The other day there was a very interesting opinion piece in the New York Times about happiness and expectations. It argues that the reason Danish people continually rate as the happiest people in the world is due to lowered expectations. As I was reading it, it occurred to me that this argument was rife for a bit of Buddhism and Eastern philosophy, and lo and behold, the author did too.
Though not an especially religious people, Danes would make good Buddhists. They live their lives as the Buddha advised: in the present tense, not grasping at some future happiness jackpot.
It’s a natural fit, as a central idea of Buddhism is that suffering/dissatisfaction/unhappiness occurs because we desire or expect one thing to happen, but reality often serves us up something different. We live our lives waiting for something in the future that will make us happy, and thus wallow in unhappiness now. We miss out on enjoying the here and now (which, is all there actually is) in the promise of something better tomorrow. But inevitably when this thing comes, its not good enough, and we wait for more. And more..and more.
This was excellently put by Alan Watts, and captured brilliantly in the “Music and Life” short film:
Or as Eric Weiner in the New York Times put it:
Danes seem to know instinctively that expectations kill happiness, leaving the rest of us unhappy un-Danes to sweat it out on the “hedonic treadmill.” That’s what researchers call the tendency to constantly ratchet up our expectations, a sort of emotional inflation that devalues today’s accomplishments and robs us of all but the most fleeting contentment. If a B-plus grade made us happy last semester, it’ll take an A-minus to register the same satisfaction this semester, and so on until eventually, inevitably, we fail to reach the next bar and slip into despair.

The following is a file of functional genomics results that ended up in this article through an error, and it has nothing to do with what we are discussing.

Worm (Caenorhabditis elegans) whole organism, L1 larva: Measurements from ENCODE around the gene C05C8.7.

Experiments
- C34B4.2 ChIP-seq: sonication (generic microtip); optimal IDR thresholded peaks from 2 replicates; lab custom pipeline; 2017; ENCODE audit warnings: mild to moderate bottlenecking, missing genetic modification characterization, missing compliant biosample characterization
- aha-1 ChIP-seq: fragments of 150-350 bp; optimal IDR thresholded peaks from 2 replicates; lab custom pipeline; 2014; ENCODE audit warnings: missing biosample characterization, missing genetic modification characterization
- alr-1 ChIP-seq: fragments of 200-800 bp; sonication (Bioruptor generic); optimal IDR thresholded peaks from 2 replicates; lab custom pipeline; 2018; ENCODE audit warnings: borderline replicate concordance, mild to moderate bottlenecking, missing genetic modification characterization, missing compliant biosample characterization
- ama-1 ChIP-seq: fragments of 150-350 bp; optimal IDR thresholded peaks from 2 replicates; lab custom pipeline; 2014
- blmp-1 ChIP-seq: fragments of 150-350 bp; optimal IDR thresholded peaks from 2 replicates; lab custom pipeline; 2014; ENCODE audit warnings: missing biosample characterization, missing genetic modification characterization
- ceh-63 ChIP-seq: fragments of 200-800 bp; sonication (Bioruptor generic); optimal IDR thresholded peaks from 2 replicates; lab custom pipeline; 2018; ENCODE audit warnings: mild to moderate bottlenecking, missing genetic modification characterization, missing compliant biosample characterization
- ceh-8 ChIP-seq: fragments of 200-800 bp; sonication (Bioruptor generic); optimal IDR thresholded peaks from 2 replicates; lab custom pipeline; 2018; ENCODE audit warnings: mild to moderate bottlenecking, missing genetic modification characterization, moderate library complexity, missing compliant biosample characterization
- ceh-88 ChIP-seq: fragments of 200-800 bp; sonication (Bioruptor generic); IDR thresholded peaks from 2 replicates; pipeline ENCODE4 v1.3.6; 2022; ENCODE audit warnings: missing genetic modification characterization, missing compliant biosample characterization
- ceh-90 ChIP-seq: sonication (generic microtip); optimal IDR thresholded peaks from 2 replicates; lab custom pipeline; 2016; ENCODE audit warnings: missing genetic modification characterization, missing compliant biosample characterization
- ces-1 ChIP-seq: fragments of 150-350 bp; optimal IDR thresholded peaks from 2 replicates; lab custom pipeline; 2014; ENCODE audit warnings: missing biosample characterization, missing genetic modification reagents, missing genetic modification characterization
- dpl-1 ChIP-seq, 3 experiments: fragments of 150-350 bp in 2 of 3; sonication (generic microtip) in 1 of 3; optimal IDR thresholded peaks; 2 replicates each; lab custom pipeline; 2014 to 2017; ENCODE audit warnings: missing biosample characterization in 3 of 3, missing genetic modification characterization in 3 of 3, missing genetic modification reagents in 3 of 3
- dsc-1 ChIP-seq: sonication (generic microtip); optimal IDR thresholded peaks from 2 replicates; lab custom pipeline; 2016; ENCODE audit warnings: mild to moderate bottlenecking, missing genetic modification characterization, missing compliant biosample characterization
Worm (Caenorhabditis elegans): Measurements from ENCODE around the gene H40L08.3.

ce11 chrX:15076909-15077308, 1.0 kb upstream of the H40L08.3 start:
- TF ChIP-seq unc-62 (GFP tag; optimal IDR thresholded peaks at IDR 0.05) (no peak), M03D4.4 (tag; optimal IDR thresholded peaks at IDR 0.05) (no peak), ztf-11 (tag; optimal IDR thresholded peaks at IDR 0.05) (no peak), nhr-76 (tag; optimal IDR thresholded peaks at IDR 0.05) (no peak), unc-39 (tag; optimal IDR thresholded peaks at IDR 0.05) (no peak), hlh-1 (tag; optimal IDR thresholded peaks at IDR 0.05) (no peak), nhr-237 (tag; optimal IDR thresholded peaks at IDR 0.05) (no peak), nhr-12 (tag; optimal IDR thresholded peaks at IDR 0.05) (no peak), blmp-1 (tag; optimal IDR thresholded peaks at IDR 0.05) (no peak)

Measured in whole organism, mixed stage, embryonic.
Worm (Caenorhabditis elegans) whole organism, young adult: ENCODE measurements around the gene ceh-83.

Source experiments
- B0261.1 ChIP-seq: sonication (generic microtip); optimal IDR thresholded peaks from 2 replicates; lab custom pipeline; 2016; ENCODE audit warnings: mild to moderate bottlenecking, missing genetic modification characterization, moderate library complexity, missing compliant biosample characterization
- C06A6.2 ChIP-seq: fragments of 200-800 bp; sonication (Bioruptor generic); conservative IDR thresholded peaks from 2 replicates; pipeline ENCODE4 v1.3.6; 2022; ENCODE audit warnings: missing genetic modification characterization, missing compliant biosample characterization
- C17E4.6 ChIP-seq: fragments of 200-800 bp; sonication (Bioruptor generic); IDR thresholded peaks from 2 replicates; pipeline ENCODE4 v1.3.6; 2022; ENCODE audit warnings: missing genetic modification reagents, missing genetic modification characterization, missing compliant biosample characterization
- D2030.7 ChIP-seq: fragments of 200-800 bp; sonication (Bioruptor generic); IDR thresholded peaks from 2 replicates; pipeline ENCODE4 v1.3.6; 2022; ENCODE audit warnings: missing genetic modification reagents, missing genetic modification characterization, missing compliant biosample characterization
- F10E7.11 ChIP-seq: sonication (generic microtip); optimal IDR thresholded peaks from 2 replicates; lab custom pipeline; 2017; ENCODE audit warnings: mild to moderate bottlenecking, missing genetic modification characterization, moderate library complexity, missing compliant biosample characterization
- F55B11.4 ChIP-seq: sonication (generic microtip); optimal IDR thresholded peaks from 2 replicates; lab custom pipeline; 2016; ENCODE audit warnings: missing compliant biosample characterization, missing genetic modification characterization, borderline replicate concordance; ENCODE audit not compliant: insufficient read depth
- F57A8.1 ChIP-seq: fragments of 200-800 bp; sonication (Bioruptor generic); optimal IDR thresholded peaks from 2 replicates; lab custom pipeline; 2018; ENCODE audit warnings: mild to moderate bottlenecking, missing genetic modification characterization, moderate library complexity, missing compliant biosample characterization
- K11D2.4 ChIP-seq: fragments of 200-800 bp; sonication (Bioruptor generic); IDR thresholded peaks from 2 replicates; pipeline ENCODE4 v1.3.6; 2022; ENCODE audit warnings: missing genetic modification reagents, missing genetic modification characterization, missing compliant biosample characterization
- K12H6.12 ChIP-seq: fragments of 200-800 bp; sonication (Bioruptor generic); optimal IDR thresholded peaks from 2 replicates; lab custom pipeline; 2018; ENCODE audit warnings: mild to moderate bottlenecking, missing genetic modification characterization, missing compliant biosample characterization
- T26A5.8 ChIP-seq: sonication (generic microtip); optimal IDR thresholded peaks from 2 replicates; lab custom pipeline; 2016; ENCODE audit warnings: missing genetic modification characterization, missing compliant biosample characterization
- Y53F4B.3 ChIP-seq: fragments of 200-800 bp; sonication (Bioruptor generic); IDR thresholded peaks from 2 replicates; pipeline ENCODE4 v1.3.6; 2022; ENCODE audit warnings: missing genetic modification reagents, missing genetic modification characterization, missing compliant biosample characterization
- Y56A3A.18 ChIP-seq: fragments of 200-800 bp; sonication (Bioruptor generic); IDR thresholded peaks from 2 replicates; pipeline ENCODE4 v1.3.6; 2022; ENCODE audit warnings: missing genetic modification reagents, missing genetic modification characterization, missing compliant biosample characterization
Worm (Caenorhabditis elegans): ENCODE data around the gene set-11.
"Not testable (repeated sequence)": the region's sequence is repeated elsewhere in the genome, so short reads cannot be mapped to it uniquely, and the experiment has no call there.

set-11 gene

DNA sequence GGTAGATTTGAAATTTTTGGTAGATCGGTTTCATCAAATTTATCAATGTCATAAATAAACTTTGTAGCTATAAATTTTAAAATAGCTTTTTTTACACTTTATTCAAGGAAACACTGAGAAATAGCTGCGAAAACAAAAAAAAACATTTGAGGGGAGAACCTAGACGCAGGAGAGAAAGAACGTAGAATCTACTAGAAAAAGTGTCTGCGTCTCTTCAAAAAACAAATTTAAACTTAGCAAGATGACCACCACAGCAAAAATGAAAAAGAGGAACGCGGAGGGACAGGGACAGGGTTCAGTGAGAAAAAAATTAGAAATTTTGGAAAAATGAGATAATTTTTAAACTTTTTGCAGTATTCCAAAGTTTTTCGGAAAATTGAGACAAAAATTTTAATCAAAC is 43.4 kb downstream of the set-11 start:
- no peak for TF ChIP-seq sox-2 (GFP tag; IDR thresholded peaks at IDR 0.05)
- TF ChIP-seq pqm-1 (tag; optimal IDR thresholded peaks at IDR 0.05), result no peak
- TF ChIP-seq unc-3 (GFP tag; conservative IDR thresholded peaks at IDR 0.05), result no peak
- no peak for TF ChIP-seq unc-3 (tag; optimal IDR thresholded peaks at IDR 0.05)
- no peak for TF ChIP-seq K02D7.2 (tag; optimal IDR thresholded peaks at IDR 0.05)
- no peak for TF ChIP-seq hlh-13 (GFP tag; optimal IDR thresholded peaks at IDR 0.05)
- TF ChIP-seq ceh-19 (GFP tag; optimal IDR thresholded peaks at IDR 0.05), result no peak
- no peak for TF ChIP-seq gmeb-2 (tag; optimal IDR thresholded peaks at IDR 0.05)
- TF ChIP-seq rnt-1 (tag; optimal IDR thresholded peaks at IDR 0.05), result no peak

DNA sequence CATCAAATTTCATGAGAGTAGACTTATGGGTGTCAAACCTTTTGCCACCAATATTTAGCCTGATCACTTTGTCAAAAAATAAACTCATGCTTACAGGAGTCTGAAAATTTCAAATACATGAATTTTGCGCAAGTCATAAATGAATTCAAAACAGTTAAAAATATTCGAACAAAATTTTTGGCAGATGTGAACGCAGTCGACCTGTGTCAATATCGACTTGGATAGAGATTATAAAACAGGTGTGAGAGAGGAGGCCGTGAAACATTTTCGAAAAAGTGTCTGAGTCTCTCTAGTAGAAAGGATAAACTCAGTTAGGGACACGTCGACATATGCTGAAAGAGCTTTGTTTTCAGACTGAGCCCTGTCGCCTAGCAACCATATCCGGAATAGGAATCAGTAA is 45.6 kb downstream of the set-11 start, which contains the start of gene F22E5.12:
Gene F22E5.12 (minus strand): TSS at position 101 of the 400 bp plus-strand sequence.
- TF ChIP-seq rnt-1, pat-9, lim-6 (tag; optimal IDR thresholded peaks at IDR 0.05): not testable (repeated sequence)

I was thinking about all this last week as I had my breakfast. It was a typical Irish summer morning – grey, over cast and bucketing rain. I scanned some social networks and saw the inevitable dawn chorus – “Feckin’ rain!” etc, with people pretty pissed off and down about our weather. We have high expectations for the weather – its Summer, it should be warm and sunny. And when we wake up the Universe has a different plan. When this split between expectation and reality occurs, we get upset.
Within an hour, the sun was out, the sky was blue and people were merrily skipping about town in short sleeves, and people were happy. The day had finally lived up to their expectations.
The next morning? Rain and gloom. If we lowered our expectations about the weather – the rain wouldn’t seem so bad. And the sunshine would be a pleasant surprise, but one that we would expect to pass and so would not mourn its passing.